5 Steps to Video Interview Success

 
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Many employers use video interviews for the initial stage of the recruitment process. It’s an efficient way for recruiters to screen and evaluate candidates while allowing the candidate the opportunity to record their interview at a time that suits them. 

This can be an intimidating process if you haven’t done anything like this before but with a few simple steps you can set yourself up for video interview success.

Step 1 – Test your equipment

Before you start your video interview make sure you are connected to the internet, your camera and microphone are working and your PC or laptop is sufficiently charged. You’ll be surprised how many candidates forget this first step. My favourite recruiter story is where a candidate got mad with the technology during his video interview. He thought it had stopped recording, but it hadn’t and he started to use some very colourful language. Needless to say, he didn’t get through to the next stage. 

Step 2 – Location 

Choose your location wisely to minimise distractions and close the door. You don’t want to be put off by your cat walking across your laptop or someone interrupting you during the interview. You also don’t want your video interviewer to experience the unexpected. A recruiter shared their experience of when an interviewee’s girlfriend walked behind him stark naked in camera view – they definitely weren’t expecting that. 

Step 3 – Dress to impress

Dress for the video interview as you would if you are attending a face to face interview. Making a great first impression is an important part of the recruitment process. Recruiter stories never cease to amaze me, I’ll never forget the one where a candidate changed his outfit during every question of the video interview. He started in a suit and finished wearing a snorkel and swimming trunks. Memorable yes but not for the right reason.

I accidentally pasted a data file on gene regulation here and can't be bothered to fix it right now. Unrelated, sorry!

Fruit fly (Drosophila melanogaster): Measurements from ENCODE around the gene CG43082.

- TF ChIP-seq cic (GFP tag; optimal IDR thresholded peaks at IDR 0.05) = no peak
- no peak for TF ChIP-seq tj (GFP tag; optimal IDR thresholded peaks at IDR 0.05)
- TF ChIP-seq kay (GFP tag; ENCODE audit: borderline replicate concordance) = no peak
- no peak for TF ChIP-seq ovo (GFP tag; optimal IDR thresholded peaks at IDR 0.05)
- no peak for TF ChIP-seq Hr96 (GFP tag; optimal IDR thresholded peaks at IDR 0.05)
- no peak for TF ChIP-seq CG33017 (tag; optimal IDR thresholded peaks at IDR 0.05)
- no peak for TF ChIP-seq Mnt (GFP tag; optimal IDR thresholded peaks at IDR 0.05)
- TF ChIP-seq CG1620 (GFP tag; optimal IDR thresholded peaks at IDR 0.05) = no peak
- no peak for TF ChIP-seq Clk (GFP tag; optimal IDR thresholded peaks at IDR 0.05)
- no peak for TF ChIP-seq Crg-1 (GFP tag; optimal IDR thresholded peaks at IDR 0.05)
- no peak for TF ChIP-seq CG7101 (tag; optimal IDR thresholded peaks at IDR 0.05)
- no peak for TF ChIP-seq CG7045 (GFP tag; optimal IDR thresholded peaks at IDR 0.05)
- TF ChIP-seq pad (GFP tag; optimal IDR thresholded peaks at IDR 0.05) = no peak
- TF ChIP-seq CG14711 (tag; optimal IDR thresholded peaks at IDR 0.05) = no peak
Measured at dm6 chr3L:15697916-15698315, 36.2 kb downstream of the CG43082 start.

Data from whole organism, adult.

Step 4 – Preparation and practice

As with any type of interview, it is important to prepare for ultimate interview success. Research the company, study the job description and consider the type of questions you may be asked. Our STARR technique worksheet over on our Resources page will help you structure each answer in a systematic way. Be concise with your answers as you will have a limited time to respond. Many candidates are cut off mid-sentence before they have answered the question and equally, there are just as many who have not used the full time available. Both of these will impact your score, so make sure you fully answer each question (without rambling!) and use the time available to expand on your answer using the STARR technique.  

Step 5 – Be polite 

It is essential to remember your manners at all times! Be polite, smile and avoid using slang. I hear countless recruiter stories of candidates who have dropped the F-bomb during their video interview. Swearing can be considered as poor judgement and can seriously jeopardise your chances of securing your dream graduate role. 

So, there you are, my top tips for video interview success.  

Rachael.

Follow me on social media for all my latest Smart Resourcing Solutions news on Twitter and LinkedIn.

5 Assessment Centre Myths and How to Overcome Them

 
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Does the thought of an assessment centre send you running for the hills? Assessment centres can be an intimidating process if you don't know what to expect and can occasionally send your imagination into overdrive. Fear not, as Rachael’s myth buster blog will help calm your nerves and sort the facts from the fiction. 

1. The assessor is scary

Your assessor will do everything they can to make you feel at ease during the assessment centre. Just because they are your assessor it doesn't mean that they aren't nervous too. Embrace the experience and demonstrate active listening skills through positive body language, eye contact and verbal affirmations. 

 2. I can’t prepare for an assessment centre as I don’t know what to expect